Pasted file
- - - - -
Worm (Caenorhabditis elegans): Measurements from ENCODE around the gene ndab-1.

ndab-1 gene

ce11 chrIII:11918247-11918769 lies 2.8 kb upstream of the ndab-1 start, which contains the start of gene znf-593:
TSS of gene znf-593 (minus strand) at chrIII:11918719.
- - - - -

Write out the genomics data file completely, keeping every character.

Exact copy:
Worm (Caenorhabditis elegans): Measurements from ENCODE around the gene ndab-1.

ndab-1 gene

ce11 chrIII:11918247-11918769 lies 2.8 kb upstream of the ndab-1 start, which contains the start of gene znf-593:
TSS of gene znf-593 (minus strand) at chrIII:11918719.